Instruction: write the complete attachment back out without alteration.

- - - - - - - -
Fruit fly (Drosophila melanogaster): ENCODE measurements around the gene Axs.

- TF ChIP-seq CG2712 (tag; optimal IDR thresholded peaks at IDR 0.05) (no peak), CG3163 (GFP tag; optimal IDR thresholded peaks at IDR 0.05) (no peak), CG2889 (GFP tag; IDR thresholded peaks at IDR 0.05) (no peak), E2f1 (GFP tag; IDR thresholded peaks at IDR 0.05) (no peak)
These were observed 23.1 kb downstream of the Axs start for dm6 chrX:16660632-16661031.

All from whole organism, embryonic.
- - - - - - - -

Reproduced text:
Fruit fly (Drosophila melanogaster): ENCODE measurements around the gene Axs.

- TF ChIP-seq CG2712 (tag; optimal IDR thresholded peaks at IDR 0.05) (no peak), CG3163 (GFP tag; optimal IDR thresholded peaks at IDR 0.05) (no peak), CG2889 (GFP tag; IDR thresholded peaks at IDR 0.05) (no peak), E2f1 (GFP tag; IDR thresholded peaks at IDR 0.05) (no peak)
These were observed 23.1 kb downstream of the Axs start for dm6 chrX:16660632-16661031.

All from whole organism, embryonic.